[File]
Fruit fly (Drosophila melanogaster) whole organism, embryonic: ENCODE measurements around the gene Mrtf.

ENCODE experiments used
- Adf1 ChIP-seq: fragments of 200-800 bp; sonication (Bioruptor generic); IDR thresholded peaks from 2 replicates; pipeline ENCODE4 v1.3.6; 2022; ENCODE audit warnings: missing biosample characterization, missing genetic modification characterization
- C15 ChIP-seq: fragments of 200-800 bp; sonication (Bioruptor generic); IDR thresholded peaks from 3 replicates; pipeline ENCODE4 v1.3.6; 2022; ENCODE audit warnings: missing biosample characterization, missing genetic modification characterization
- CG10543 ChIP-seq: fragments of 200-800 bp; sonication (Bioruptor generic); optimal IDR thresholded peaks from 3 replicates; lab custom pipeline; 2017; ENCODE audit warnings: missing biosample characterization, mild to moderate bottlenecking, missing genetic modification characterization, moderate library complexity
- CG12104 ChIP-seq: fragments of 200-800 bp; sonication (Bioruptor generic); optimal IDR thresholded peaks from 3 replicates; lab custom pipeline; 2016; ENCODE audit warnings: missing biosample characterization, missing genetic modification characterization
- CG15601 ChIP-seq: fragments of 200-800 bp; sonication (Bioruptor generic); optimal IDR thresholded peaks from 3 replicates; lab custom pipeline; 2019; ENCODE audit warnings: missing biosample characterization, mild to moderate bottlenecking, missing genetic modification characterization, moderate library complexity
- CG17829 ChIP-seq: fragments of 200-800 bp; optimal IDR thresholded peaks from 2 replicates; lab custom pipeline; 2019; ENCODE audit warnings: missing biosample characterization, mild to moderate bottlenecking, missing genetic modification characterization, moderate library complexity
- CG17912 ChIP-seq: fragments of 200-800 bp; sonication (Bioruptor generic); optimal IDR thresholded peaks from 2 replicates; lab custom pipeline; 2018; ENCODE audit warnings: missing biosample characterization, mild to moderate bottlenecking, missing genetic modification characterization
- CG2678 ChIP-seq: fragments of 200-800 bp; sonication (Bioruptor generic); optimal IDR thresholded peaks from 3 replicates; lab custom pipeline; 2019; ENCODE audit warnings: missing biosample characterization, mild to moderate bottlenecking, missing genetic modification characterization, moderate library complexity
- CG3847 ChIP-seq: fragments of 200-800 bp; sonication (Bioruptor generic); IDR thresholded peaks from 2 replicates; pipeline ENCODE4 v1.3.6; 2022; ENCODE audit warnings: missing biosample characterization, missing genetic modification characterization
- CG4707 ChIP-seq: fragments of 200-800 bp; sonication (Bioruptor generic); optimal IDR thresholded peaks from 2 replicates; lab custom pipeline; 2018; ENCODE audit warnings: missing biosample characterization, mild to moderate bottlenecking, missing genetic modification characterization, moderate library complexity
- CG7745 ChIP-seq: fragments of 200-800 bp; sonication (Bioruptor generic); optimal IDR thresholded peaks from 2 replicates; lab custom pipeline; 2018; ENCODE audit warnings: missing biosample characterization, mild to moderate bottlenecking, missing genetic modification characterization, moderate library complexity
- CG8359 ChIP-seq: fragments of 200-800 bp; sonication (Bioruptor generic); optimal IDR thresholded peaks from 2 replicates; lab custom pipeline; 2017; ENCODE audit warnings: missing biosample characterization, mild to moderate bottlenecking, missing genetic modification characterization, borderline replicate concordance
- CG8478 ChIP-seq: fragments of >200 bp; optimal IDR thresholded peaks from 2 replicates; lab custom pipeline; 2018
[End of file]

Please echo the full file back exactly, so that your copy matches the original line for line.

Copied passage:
Fruit fly (Drosophila melanogaster) whole organism, embryonic: ENCODE measurements around the gene Mrtf.

ENCODE experiments used
- Adf1 ChIP-seq: fragments of 200-800 bp; sonication (Bioruptor generic); IDR thresholded peaks from 2 replicates; pipeline ENCODE4 v1.3.6; 2022; ENCODE audit warnings: missing biosample characterization, missing genetic modification characterization
- C15 ChIP-seq: fragments of 200-800 bp; sonication (Bioruptor generic); IDR thresholded peaks from 3 replicates; pipeline ENCODE4 v1.3.6; 2022; ENCODE audit warnings: missing biosample characterization, missing genetic modification characterization
- CG10543 ChIP-seq: fragments of 200-800 bp; sonication (Bioruptor generic); optimal IDR thresholded peaks from 3 replicates; lab custom pipeline; 2017; ENCODE audit warnings: missing biosample characterization, mild to moderate bottlenecking, missing genetic modification characterization, moderate library complexity
- CG12104 ChIP-seq: fragments of 200-800 bp; sonication (Bioruptor generic); optimal IDR thresholded peaks from 3 replicates; lab custom pipeline; 2016; ENCODE audit warnings: missing biosample characterization, missing genetic modification characterization
- CG15601 ChIP-seq: fragments of 200-800 bp; sonication (Bioruptor generic); optimal IDR thresholded peaks from 3 replicates; lab custom pipeline; 2019; ENCODE audit warnings: missing biosample characterization, mild to moderate bottlenecking, missing genetic modification characterization, moderate library complexity
- CG17829 ChIP-seq: fragments of 200-800 bp; optimal IDR thresholded peaks from 2 replicates; lab custom pipeline; 2019; ENCODE audit warnings: missing biosample characterization, mild to moderate bottlenecking, missing genetic modification characterization, moderate library complexity
- CG17912 ChIP-seq: fragments of 200-800 bp; sonication (Bioruptor generic); optimal IDR thresholded peaks from 2 replicates; lab custom pipeline; 2018; ENCODE audit warnings: missing biosample characterization, mild to moderate bottlenecking, missing genetic modification characterization
- CG2678 ChIP-seq: fragments of 200-800 bp; sonication (Bioruptor generic); optimal IDR thresholded peaks from 3 replicates; lab custom pipeline; 2019; ENCODE audit warnings: missing biosample characterization, mild to moderate bottlenecking, missing genetic modification characterization, moderate library complexity
- CG3847 ChIP-seq: fragments of 200-800 bp; sonication (Bioruptor generic); IDR thresholded peaks from 2 replicates; pipeline ENCODE4 v1.3.6; 2022; ENCODE audit warnings: missing biosample characterization, missing genetic modification characterization
- CG4707 ChIP-seq: fragments of 200-800 bp; sonication (Bioruptor generic); optimal IDR thresholded peaks from 2 replicates; lab custom pipeline; 2018; ENCODE audit warnings: missing biosample characterization, mild to moderate bottlenecking, missing genetic modification characterization, moderate library complexity
- CG7745 ChIP-seq: fragments of 200-800 bp; sonication (Bioruptor generic); optimal IDR thresholded peaks from 2 replicates; lab custom pipeline; 2018; ENCODE audit warnings: missing biosample characterization, mild to moderate bottlenecking, missing genetic modification characterization, moderate library complexity
- CG8359 ChIP-seq: fragments of 200-800 bp; sonication (Bioruptor generic); optimal IDR thresholded peaks from 2 replicates; lab custom pipeline; 2017; ENCODE audit warnings: missing biosample characterization, mild to moderate bottlenecking, missing genetic modification characterization, borderline replicate concordance
- CG8478 ChIP-seq: fragments of >200 bp; optimal IDR thresholded peaks from 2 replicates; lab custom pipeline; 2018